The not so smart Dwayne intends to open a massage parlor with his partner Travis, but he does not have money for the investment. He decides to hire a hit-man to kill his father, The Major, who won a large amount of money in the lottery years ago, but the killer demands US$ 100,000 for the job. Dwayne and Travis kidnap the pizza delivery boy Nick and they dress Nick in a vest with a timer and several bombs. Then Dwayne tells Nick that he has ten hours to rob US$ 100,000 from a bank. Once he does, he would give Nick the code to release the vest. Nick summons his best friend Chet to help him in the heist but the scheme does not work the way Dwayne has plotted.Written by
Claudio Carvalho, Rio de Janeiro, Brazil
The plot of the film is similar to a real-life incident that occurred in 2003 to pizza delivery man Brian Douglass Wells. See more »
When he gets in the car the driver starts a clock for 30 minutes (the pizza is cooked). The 30 minutes should start when the order is placed otherwise the driver could just lie about the time. See more »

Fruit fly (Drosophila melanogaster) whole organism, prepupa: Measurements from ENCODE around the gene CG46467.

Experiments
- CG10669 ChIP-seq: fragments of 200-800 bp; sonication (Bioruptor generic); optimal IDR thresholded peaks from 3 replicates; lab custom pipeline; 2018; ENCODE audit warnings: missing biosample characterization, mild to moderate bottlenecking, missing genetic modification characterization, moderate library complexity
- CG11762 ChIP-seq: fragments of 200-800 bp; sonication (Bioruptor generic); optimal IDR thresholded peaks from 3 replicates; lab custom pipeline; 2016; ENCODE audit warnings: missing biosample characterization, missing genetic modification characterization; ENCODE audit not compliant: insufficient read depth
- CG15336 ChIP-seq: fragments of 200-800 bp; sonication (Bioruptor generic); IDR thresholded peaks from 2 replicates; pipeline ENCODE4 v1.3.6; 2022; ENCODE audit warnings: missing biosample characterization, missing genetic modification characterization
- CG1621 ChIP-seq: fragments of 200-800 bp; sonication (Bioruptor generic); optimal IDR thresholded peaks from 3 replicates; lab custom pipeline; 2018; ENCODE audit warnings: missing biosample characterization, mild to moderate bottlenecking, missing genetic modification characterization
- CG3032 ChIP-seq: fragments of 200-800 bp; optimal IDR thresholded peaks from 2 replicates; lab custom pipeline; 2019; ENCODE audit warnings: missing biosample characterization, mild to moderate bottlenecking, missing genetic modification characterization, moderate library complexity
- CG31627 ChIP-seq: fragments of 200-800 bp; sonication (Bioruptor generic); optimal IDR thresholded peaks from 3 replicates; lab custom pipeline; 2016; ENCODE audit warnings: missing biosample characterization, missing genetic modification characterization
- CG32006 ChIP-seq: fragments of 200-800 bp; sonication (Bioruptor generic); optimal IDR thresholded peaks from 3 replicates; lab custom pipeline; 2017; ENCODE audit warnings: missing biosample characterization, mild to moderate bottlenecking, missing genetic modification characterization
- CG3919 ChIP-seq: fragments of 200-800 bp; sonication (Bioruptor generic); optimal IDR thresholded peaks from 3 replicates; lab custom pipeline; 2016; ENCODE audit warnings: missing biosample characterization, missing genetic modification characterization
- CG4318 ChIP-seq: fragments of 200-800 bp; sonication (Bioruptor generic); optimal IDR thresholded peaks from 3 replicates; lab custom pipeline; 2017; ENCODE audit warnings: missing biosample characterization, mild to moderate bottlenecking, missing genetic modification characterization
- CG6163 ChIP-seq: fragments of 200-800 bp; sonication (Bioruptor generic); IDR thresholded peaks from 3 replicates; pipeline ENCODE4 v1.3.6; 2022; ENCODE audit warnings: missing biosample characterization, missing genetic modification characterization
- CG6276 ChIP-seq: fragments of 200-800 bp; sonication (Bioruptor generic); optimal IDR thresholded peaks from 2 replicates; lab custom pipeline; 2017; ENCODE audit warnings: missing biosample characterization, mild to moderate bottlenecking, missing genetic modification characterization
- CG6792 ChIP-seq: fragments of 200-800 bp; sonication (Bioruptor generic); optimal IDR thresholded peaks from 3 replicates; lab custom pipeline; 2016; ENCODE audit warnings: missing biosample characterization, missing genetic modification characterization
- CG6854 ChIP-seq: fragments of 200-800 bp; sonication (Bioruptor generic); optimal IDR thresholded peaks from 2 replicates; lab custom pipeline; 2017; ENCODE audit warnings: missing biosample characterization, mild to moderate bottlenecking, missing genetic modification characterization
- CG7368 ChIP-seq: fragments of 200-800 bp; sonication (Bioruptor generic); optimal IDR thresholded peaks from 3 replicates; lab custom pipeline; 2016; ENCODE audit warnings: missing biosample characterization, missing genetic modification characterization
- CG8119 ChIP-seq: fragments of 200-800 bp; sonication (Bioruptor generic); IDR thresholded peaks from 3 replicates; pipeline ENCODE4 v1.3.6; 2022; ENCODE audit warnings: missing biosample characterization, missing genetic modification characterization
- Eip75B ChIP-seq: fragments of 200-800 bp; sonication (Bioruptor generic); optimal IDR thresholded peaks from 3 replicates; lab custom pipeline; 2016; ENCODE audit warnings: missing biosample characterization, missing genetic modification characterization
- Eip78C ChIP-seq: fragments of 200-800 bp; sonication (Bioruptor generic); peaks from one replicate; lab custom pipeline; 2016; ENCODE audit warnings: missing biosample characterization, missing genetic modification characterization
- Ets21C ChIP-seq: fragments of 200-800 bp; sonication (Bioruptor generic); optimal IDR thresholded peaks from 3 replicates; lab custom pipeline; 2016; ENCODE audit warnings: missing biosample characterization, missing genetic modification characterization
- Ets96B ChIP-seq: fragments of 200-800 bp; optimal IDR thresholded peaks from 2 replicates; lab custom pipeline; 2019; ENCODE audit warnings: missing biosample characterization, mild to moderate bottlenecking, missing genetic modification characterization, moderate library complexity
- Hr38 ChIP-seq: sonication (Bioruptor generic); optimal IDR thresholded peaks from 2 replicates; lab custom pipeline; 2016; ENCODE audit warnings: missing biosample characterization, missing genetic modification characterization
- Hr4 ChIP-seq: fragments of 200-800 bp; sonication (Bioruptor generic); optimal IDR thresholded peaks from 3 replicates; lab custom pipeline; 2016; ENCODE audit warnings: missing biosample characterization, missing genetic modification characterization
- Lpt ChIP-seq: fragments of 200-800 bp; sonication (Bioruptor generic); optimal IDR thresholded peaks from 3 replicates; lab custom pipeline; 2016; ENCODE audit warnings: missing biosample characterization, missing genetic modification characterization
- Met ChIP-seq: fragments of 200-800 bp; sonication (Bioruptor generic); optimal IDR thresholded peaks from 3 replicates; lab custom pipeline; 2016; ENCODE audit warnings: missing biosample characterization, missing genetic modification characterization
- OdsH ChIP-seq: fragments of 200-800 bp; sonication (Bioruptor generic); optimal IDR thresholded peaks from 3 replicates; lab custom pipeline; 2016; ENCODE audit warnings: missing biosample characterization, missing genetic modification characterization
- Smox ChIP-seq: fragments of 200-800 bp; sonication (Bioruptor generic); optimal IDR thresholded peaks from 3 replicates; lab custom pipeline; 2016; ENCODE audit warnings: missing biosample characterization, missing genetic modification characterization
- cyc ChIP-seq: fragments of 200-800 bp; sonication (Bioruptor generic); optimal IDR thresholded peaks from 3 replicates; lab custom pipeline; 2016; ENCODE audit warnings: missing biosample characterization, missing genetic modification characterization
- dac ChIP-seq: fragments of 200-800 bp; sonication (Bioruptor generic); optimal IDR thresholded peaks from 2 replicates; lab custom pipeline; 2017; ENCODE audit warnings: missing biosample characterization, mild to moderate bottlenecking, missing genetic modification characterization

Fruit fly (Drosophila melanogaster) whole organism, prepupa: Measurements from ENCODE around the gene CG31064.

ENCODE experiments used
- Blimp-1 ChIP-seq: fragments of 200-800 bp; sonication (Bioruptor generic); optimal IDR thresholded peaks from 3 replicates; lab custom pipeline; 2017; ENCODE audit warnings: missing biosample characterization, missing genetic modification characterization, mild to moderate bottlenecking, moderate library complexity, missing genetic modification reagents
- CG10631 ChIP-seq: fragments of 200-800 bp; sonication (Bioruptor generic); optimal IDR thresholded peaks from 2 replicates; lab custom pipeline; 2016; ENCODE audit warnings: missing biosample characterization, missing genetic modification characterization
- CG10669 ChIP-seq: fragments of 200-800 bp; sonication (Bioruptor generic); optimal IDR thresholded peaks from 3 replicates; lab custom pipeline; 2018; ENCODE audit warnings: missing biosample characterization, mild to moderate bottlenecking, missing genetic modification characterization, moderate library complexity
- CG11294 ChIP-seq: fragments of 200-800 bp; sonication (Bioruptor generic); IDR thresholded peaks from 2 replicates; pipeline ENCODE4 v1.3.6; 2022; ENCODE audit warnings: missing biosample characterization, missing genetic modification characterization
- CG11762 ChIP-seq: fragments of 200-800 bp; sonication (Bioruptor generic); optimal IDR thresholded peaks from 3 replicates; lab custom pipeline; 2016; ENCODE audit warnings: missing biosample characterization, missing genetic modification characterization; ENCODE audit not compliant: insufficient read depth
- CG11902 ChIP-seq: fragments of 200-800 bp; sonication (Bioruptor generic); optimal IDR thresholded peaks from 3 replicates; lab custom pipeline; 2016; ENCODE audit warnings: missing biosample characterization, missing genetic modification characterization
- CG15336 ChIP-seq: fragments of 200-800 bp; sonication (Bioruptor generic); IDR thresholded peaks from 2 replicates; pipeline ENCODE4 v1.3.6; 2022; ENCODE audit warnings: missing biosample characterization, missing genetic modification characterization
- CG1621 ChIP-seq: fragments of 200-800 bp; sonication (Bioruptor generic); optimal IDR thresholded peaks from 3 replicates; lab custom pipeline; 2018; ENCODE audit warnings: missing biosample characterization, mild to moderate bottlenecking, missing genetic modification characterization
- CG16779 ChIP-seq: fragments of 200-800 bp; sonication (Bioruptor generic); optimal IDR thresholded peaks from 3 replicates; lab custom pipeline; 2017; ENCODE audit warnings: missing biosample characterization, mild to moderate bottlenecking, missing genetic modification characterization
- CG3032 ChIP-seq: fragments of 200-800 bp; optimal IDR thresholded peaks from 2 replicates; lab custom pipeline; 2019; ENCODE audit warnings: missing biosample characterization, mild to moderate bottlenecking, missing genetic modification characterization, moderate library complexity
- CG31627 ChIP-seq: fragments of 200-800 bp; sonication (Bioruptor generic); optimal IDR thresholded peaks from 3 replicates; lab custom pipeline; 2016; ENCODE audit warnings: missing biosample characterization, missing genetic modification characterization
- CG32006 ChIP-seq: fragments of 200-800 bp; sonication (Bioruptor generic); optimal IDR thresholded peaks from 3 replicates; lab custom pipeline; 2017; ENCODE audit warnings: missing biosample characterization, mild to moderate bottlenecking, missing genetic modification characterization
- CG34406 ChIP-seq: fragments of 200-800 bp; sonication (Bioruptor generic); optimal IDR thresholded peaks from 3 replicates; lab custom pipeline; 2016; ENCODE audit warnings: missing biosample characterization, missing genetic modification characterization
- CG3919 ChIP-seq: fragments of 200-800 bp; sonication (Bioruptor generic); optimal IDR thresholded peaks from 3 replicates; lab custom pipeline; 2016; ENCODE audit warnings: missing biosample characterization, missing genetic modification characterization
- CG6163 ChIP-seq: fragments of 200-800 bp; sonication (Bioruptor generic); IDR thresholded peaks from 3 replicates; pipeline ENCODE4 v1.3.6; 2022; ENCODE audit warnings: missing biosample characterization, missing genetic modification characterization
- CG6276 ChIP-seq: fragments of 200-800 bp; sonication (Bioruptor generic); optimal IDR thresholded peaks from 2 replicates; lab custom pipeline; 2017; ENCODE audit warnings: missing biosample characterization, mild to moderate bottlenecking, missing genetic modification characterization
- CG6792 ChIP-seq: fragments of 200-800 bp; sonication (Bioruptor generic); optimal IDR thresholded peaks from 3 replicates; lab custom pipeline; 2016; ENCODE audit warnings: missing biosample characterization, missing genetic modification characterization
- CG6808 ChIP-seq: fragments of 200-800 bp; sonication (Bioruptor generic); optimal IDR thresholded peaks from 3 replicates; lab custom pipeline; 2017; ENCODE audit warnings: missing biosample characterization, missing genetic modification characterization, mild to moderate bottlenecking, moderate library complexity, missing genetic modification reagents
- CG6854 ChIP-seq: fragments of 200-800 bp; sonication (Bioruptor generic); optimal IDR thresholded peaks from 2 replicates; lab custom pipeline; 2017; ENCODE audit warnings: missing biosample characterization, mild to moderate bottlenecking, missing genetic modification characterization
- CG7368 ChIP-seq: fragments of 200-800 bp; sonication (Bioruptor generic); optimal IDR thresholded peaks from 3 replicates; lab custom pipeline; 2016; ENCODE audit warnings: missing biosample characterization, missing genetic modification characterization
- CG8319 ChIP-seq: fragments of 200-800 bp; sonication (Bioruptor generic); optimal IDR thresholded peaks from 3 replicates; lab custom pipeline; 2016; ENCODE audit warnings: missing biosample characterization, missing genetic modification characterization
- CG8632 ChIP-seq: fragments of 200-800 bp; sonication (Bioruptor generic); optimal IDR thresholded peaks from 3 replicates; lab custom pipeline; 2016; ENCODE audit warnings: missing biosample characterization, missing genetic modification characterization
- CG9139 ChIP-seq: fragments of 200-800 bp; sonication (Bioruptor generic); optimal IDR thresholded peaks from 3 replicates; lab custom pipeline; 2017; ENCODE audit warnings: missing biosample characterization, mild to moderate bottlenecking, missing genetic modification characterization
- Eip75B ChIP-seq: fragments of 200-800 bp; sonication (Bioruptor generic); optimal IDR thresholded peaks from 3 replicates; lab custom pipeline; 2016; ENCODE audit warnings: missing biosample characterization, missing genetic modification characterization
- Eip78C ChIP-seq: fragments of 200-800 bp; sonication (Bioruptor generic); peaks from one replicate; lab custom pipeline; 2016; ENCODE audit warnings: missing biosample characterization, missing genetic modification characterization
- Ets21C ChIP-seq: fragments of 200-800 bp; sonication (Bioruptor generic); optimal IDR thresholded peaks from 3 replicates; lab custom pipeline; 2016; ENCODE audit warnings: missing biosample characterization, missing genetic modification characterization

Painting our guns, painting our guns for the bank robbery, 'cause if we go in with our plastic guns then the cops will shoot us in our face...
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At the end of the credits, there is an ad for Dwayne's tanning/prostitution parlor, Major Tan. See more »
Unpredictable, outrageous and consistently hilarious
Despite multiple viewings, I was never a fan of Zombieland. It was not a horrible film by any measure, and was quite the debut feature for Reuben Fleischer, but it still disappointed me every time I tried to watch it. So I went into an advanced screening of his follow-up 30 Minutes or Less this week with significantly lower expectations. Rather thankfully, it surpassed all of them and then some.